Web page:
The second one is the odd one for me, as usually if you look at both companies I think most people would say over the length of their existence that DC had a more conservative take on superheroes than Marvel. Marvel superhero characters were younger and edgier while DC’s were parental figures.

    Yet Quesada has made decisions like characters can’t smoke, no children out of wedlock (the Gwen Stacy twins couldn’t be Peter’s because that’d mean Peter had sex out of wedlock), and now no divorce!

    Yet oddly deals with the devil are okay…

  3. Lucas Siegel Says:

    Johanna, the one thing to remember about sell-out announcements, is it means it sold out at Diamond. The orders for this book were placed two months ago, with cut-off being about a month ago, before #545 ever came out. There could be tens of thousands of copies still sitting on retailers shelves, meaning the actual comic fans aren’t buying it (I know at my LCS, they ordered about 30 extra beyond pull list customers, and currently have 28 of them still sitting at the front counter). So, hopefully, we’ll start seeing a change with #549, the first one that can be adjusted based on reaction to the end of OMD. Then again, I’m probably being WAY too optimistic.
    Just remember, Omega Flight #1 sold out at diamond, too.

  4. Johanna Says:

    What’s sad is that in this case, some of the fan-generated ideas (like using Loki instead of Mephisto) are SO much better than what got published. But what should we expect from a company that’s already played with hints of incest? (The Gwen Stacy kids story.)

    James, yes, there are multiple versions, but I don’t enjoy any of them. And I agree, the “real” one matters to the customer base. I just find the “no divorce” rule so oddly repressed.

    Lucas, great reminder, yes. I was going to say “what’s Omega Flight?” but I think that’s your point.

  5. Scott Says:

    I was living with parents talking divorce when Reed and Sue Richards of the Fantastic Four were talking the same (back in the 140’s), so it was reassuring to me that Reed and Sue resolved things (as my parents eventually did).

    It seems like Marvel could have done something socially relevant by dealing with a divorced superhero… since it is more accepted these days and there are likely some who would like to read about an amicable divorce for a good (so far as divorce goes) reason (to save the spouse from harm).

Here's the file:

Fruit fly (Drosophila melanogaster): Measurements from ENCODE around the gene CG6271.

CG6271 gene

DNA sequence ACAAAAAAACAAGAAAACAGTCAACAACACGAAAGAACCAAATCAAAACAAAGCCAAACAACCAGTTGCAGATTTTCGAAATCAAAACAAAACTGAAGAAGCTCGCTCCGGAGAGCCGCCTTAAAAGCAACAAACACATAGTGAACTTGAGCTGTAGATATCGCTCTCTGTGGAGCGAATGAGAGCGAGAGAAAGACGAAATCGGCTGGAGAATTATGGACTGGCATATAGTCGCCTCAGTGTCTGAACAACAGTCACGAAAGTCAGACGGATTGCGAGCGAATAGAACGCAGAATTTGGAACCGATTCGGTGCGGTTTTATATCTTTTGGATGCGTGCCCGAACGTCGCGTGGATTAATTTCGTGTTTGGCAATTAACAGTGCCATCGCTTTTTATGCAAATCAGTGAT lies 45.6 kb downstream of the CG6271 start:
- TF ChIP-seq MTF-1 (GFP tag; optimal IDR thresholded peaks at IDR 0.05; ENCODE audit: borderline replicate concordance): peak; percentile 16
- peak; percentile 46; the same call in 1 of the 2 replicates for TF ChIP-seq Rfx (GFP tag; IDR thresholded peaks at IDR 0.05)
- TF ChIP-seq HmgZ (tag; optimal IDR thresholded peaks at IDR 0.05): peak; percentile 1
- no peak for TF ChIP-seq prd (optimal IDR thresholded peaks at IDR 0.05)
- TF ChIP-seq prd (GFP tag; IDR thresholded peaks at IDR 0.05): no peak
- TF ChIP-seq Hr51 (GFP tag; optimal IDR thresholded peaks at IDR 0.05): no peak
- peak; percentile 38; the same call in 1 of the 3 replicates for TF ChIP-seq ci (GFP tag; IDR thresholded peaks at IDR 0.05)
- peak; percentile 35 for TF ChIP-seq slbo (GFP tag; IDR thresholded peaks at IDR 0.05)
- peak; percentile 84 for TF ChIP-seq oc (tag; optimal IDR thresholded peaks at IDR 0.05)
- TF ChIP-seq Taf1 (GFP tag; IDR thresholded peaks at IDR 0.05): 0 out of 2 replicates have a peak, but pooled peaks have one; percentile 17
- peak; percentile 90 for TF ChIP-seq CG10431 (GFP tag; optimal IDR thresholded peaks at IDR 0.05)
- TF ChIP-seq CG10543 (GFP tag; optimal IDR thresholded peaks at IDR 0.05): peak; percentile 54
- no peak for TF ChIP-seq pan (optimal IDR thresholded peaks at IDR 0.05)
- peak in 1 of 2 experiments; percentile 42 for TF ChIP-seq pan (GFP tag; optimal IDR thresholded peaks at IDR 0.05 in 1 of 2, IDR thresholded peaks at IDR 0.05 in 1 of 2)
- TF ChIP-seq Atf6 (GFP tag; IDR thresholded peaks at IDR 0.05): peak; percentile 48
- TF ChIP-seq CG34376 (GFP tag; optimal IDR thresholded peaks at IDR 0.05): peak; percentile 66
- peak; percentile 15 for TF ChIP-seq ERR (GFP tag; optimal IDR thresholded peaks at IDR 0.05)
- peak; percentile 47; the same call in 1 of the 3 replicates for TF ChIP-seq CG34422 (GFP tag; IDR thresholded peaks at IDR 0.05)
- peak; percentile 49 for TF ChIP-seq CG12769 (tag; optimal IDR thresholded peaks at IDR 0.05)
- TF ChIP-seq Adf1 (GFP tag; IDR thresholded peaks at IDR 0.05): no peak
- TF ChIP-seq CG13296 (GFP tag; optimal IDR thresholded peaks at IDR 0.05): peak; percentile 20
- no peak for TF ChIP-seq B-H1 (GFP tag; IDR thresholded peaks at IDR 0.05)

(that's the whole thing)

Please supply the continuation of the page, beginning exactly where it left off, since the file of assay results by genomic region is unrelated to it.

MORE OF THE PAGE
Also, as Johanna pointed out, the carrot of reconciliation can also be a powerful story device if used well.

    Perhaps JoeQ was thinking that married readers wanted to live vicariously through a single Spider-Man?

  6. Richard Marcej Says:

    What this whole fiasco proves to me is that Quesada isn’t too creative.

  7. James Schee Says:

    Wasn’t the whole House of M thing a universe changing event with a new timeline? (That was my impression looking from the outside, never read it.)

    If so it seems to me that it would have been a better time to make this move. They could have just said that not everything went back to the way they were, as the universe isn’t so easy to put back.

  8. Bill D. Says:

    I remember reading somewhere that Quesada didn’t want Spidey divorced for the same reason he didn’t want him married… he thought that “aged” Spider-Man. The whole point of this exercise to make it so that Spider-Man never really reached adulthood. And like Kevin Church said a week or two back, I can’t help but wonder if that’s some sort of commentary from Marvel about its fans.

  9. Johanna Says:

    James: Who can keep up? I have event fatigue: too many one after the other.

    Bill: There’s also the point someone made that even with the changes, you’ve got a mid-20s single guy living at home with a parent-type. Which says “loser”. The character’s already too old. Once he got 40 years worth of stories under his belt, there’s no way he can’t be.

  10. Torsten Adair Says:

    I am not a regular Spider-Man reader, although he was my favorite as a child, and it was his new costume which made me a collector and reader of comics. I read the last chapter of One More Day, and was disappointed. Peter is out of character. The couple do not consider May’s wishes. Peter is making a deal with the devil… But I like the whole WHAT IF idea, which Marvel has botched. How far back was the story sent? Are we now back in the 70s with shag carpets, feathered hairstyles, and ducks running for President? How does this affect the current Marvel history with fascist Iron Man and hidden Skrulls? And, most important of all, if only one little thing, the marriage, was changed, and we’re back in the past, doesn’t that just make Amazing Spider-Man “Essential Untold Tales of Classic Spider-Man”?